Top 50 JAzz Blog

Thursday, June 9, 2011

"The Trad Jazz Paradox"

I play trumpet in The Second Line Social Aid and Pleasure Society Brass Band- a group that plays (mostly) a mix of newer and older styles of New Orleans Brass band music. Call me delusional, but audiences seem to really like the antideluvian stuff we play. It animates people; makes 'em want to move and smile (the Saints) or get serious, if necessary (St James Infirmary).

This music may have a tinge of quaintness, but it is not "retro." It continues to have the core power to move.

OK, there are a few side factors:

-There are specifically funky tunes (Funkin' It Up, our version of Mercy, Mercy, Hurricane Season...)
-There's the oddity factor, as people just don't hear this stuff around here.
-Our reputation is that we play for good causes, not for the money.
-There's usually about 10 of us, so there's the sheer volume and chaos factor.

But that list doesn't really explain it.

Look at other tunes we do:
The Saints and St. James (of course), Bogalusa Strut, That's a Plenty, Just a Little While,  Riverside, Second Line, I'll Fly Away, Just a Closer Walk...

Ok, you can get persnickety about how purely trad it is, but essentially you are talking about old fashioned, analog, un-amplified, street beat/two beat music-with a banjo and no guitar. The harmony is basically blues or other venerable chord changes and the solos are appropriate stylistically.

A live presentation of horns and percussion is always vivid, but the trad style perfectly fits this instrumentation. In New Orleans, they know this and this style and instrumentation is the foundation for a constantly evolving tradition, as personified in so many young N.O. brass bands-Dirty Dozen, Rebirth, Hot 8, Free Agents, Soul Rebels...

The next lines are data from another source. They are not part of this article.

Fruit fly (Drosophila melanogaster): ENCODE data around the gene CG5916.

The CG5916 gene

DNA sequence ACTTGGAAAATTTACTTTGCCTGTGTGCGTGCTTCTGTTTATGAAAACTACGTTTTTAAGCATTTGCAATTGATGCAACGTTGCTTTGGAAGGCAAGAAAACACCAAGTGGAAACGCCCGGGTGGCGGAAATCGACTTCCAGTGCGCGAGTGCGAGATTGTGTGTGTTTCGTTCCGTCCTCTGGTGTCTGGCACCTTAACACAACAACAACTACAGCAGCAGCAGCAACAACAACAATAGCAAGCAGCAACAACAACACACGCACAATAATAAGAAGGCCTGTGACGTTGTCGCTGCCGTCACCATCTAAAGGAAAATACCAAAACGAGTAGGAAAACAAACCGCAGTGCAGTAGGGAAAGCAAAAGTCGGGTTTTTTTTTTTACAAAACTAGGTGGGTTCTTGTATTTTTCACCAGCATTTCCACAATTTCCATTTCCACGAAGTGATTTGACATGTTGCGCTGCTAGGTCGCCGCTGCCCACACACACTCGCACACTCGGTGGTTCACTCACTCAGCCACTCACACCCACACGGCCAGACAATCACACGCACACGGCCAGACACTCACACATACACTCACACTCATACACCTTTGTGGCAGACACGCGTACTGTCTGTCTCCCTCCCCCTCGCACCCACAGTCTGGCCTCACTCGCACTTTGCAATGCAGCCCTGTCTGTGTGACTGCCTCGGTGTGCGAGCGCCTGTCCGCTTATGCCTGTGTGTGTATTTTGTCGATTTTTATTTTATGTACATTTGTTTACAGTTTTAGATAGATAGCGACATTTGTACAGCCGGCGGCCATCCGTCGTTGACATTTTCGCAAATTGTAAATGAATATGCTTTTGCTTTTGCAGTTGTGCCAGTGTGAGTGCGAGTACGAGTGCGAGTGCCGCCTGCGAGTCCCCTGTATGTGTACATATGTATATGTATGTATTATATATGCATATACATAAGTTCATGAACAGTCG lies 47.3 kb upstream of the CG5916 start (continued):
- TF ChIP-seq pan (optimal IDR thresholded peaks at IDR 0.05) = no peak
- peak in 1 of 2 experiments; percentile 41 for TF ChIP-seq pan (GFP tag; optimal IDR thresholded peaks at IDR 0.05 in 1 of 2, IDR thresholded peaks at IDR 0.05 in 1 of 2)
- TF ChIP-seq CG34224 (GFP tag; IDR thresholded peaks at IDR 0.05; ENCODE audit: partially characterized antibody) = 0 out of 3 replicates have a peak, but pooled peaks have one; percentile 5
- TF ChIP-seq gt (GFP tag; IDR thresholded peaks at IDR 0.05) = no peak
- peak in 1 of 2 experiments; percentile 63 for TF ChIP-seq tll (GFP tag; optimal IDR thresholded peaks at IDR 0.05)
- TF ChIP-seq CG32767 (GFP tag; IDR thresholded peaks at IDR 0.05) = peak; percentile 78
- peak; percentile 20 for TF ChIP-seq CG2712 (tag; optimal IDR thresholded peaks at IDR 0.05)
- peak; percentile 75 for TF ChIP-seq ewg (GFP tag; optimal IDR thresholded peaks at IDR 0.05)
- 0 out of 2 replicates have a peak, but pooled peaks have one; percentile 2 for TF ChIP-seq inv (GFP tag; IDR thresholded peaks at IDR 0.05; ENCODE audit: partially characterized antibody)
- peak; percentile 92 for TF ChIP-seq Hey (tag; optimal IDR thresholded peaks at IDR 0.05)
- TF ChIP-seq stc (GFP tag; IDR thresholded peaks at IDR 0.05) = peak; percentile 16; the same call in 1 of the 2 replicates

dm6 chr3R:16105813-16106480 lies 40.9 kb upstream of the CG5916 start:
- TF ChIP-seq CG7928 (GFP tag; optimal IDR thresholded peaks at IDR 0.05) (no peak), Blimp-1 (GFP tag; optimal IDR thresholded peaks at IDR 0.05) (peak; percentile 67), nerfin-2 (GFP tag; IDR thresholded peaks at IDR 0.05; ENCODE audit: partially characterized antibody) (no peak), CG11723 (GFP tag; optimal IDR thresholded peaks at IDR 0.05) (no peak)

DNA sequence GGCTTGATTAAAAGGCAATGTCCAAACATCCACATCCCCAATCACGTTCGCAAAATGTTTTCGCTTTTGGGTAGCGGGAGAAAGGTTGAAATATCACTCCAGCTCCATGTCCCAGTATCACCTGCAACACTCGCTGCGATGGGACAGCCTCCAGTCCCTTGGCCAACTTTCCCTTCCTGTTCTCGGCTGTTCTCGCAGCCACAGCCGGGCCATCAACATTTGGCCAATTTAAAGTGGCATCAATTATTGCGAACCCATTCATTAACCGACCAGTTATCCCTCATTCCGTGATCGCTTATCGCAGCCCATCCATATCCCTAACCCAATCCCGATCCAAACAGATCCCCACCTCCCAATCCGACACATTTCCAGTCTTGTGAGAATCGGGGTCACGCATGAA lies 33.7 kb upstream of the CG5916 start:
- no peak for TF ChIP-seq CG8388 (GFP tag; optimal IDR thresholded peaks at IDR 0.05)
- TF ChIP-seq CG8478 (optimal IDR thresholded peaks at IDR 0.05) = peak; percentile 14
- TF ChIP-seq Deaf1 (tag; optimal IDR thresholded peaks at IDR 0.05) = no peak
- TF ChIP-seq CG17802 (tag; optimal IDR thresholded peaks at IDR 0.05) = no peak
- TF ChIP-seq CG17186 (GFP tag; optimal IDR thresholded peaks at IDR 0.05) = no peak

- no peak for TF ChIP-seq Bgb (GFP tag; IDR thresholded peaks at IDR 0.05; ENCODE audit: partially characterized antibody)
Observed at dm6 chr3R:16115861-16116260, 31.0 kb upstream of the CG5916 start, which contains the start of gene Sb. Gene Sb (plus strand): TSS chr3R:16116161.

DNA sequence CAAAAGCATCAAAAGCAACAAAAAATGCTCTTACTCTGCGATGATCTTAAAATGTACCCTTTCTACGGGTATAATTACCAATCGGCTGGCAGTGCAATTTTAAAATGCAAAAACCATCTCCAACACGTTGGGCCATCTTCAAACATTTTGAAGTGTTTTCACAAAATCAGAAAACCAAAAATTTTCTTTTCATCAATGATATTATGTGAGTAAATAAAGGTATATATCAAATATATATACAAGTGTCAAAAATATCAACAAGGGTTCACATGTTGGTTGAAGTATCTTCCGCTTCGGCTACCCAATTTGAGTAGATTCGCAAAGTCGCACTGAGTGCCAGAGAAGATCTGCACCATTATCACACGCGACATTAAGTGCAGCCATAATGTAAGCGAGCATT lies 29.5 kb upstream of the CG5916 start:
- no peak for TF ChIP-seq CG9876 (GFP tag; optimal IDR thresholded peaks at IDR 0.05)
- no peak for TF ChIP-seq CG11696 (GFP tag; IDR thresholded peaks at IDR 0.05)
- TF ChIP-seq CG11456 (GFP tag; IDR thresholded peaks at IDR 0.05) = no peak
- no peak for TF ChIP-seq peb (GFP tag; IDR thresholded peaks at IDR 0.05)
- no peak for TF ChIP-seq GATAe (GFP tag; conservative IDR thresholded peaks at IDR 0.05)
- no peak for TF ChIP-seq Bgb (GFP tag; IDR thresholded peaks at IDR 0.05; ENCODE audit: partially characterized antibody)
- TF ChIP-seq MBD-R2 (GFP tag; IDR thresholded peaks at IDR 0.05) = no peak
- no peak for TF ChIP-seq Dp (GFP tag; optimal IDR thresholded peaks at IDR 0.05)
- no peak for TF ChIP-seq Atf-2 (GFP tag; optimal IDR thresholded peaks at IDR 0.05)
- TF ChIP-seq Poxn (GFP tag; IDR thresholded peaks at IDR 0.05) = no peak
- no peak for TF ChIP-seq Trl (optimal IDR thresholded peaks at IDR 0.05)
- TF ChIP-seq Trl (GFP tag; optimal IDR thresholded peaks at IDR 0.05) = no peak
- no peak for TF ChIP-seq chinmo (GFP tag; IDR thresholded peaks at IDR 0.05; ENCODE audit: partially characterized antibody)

And yet, people generally associate the phrase "Traditional Jazz" with cheesy straw hat & garter bands (c.f. Jack Webb in "Pete Kelly's Blues"), paunchy old guys (hey, I'm a skinny old guy), and musty 78's (send those right to me).

Is the problem bad P.R.? Do we need someone to make us hip? OK, but...

Friday, June 3, 2011

Revue: Roddy Doyle's Novel "Oh, Play That Thing"

Who actually says it on the recording is not a settled matter, but Jazz people know the expression from a recording of Dipper Mouth Blues:

Strange but true-I came to Oh, Play That Thing through a top-ten-best list of jazz books. It's a "picaresque" novel, a word once used to describe the work of J.P. Dunleavy or Henry Miller. Boiled down, it means there's a lot of screwing-and screwing up-by the main character. Author Roddy Doyle knows what he's doing and the writing is strong, but what particularly interests us here at Brilliant Corners is the relationship between protagonist Henry Strong and Louis Armstrong.

The two meet about halfway through the book, in mid-1920's Chicago. Henry Strong (a name that shows up in a lot of Doyle's writing) is an Irish revolutionary on the lam in the U.S. He's ambitious, handsome, tough and sexually hyper-active.

Strong is introduced to Armstrong by a paramour, Dora, who is passing for white so they can go clubbing on a non-Monday, otherwise the only night that non-whites are allowed in the big clubs. The first thing that Armstrong says when they meet is "That's a mighty fine vine, Pops." Then, half a page later: "An ofay that can carry a coloured suit-We got to talk, Pops."